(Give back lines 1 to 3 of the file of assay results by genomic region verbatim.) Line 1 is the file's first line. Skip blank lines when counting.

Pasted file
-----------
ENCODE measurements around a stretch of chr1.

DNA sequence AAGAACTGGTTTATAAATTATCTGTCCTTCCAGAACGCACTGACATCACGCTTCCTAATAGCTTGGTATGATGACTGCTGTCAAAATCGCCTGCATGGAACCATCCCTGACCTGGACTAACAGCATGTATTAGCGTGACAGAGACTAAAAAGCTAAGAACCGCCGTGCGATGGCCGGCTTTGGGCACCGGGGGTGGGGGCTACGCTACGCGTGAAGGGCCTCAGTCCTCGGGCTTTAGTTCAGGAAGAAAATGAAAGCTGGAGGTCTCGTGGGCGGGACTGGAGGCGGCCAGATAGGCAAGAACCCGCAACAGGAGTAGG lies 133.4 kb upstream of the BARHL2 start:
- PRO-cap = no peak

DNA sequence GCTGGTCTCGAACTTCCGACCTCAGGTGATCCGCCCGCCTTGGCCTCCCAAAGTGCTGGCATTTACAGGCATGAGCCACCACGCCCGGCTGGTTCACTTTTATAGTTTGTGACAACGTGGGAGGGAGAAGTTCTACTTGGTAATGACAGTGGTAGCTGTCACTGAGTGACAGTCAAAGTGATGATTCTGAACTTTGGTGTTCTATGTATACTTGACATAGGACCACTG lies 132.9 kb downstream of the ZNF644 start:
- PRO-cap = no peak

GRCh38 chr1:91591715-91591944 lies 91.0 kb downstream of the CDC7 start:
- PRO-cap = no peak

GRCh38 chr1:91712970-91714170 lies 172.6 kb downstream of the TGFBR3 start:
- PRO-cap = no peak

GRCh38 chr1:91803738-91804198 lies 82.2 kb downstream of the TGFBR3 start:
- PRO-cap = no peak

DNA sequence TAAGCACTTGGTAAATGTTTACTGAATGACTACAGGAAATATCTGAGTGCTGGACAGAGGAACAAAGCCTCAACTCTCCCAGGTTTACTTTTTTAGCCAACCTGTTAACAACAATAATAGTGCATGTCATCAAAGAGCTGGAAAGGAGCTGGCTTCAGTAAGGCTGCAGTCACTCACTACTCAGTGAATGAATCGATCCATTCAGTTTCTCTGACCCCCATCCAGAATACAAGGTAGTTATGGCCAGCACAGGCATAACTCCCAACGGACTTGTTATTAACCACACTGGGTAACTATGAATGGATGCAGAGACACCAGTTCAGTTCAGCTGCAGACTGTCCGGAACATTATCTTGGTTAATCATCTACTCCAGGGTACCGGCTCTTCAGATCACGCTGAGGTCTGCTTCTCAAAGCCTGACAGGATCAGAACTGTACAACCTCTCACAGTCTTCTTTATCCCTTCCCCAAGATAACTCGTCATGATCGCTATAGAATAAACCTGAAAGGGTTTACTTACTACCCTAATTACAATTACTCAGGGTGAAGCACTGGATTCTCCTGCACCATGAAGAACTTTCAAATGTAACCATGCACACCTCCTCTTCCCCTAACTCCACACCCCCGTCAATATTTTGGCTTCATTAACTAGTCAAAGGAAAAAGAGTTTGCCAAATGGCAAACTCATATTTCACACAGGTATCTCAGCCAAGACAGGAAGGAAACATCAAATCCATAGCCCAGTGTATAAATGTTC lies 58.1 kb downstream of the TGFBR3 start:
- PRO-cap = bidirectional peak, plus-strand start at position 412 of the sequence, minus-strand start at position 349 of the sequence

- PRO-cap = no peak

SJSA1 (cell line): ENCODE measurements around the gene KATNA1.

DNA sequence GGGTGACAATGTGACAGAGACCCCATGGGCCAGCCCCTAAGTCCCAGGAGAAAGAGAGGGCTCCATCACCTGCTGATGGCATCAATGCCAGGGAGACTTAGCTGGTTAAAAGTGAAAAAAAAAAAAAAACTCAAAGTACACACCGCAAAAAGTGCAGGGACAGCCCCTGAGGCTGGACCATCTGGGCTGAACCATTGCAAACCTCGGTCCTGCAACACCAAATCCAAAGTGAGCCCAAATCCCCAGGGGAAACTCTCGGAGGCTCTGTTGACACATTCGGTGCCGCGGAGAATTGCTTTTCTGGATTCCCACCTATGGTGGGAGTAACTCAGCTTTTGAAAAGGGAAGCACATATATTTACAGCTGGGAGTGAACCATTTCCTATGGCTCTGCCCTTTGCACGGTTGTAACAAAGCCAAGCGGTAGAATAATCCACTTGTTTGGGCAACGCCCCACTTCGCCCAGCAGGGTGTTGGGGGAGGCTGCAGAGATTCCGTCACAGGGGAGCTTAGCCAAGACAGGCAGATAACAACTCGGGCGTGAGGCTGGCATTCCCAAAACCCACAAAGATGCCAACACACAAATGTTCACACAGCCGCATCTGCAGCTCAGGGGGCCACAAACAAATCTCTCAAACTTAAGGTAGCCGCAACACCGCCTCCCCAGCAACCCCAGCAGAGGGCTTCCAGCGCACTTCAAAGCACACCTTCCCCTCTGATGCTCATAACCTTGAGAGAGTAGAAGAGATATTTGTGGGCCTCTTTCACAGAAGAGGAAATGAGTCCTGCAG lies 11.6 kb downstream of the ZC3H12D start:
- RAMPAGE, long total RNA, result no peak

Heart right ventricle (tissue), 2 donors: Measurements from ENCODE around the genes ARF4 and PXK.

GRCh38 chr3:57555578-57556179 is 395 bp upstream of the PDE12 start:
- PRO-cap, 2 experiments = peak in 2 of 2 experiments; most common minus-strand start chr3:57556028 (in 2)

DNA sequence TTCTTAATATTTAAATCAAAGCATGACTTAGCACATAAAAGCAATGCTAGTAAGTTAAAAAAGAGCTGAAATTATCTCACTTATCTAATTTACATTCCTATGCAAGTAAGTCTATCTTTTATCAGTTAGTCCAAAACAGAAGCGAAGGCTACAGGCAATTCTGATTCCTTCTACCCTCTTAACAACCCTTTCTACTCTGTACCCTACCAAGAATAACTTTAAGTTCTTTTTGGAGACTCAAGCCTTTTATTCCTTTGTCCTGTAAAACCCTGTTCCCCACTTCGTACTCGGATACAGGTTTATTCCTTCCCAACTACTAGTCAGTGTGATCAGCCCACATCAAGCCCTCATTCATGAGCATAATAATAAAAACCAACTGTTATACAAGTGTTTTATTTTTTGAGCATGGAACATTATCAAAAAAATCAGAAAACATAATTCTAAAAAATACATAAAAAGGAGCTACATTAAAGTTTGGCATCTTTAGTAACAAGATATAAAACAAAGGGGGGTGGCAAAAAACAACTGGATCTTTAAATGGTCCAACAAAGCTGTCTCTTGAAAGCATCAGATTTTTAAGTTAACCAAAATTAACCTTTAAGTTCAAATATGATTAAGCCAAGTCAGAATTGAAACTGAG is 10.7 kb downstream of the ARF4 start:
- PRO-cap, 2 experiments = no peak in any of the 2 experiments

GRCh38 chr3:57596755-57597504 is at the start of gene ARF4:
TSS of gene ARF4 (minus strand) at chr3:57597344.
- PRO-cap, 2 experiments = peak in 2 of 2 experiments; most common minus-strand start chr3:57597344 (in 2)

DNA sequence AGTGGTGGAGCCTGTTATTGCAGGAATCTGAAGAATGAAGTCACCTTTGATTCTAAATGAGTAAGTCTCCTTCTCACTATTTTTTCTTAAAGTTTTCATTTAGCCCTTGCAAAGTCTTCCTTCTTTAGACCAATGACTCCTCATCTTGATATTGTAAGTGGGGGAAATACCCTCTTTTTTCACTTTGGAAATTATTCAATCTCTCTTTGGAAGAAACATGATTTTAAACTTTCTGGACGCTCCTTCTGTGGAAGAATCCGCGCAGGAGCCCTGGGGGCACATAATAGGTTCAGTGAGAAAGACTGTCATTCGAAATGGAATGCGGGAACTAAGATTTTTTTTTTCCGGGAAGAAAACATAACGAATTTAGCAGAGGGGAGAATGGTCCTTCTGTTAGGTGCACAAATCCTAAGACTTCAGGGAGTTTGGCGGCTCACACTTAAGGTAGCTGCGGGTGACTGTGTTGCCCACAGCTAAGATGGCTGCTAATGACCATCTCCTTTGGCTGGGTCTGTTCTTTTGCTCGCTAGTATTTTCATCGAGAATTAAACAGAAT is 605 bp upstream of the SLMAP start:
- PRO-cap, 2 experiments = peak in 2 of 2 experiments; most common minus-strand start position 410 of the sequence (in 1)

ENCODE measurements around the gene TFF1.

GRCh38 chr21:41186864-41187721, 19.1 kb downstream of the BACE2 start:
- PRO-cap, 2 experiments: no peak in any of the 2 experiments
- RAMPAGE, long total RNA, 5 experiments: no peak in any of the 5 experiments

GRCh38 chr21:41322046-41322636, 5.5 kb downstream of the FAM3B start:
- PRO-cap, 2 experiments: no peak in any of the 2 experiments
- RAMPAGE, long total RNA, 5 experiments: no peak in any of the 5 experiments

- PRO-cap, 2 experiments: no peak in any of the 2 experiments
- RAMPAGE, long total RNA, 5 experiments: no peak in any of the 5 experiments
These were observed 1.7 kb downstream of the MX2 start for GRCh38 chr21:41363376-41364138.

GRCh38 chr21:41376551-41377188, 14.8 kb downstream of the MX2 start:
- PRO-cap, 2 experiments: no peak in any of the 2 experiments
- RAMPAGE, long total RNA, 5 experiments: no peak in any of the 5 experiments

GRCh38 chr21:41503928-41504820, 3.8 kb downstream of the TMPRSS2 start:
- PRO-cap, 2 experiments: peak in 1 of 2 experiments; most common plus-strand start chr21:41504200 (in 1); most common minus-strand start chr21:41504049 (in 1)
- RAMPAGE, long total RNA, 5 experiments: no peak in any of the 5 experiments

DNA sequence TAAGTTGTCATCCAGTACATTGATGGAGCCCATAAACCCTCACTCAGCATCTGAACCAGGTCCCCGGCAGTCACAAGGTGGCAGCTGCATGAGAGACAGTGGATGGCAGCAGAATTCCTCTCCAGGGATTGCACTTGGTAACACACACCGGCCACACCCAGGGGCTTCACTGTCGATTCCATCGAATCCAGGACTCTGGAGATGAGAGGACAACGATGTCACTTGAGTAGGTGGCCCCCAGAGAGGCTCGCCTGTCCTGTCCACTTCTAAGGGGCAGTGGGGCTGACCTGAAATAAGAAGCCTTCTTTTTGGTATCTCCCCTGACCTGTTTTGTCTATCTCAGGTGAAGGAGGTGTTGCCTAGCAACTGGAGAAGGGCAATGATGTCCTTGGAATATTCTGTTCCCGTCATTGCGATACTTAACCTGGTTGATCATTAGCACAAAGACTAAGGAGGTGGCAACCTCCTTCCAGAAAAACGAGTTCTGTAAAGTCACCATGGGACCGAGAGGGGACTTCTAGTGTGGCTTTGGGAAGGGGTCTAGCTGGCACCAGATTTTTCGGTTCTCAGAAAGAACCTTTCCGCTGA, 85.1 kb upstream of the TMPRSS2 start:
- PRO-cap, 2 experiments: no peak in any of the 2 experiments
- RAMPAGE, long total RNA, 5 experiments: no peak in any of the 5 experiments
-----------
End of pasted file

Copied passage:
ENCODE measurements around a stretch of chr1.

DNA sequence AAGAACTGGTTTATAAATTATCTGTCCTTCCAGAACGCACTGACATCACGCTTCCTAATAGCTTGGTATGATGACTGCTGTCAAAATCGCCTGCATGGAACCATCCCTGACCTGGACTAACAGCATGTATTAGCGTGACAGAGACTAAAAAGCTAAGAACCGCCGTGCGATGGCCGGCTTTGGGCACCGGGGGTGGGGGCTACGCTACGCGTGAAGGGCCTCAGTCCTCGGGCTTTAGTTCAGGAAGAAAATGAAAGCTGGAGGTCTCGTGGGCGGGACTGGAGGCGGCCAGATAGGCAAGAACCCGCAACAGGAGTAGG lies 133.4 kb upstream of the BARHL2 start:
- PRO-cap = no peak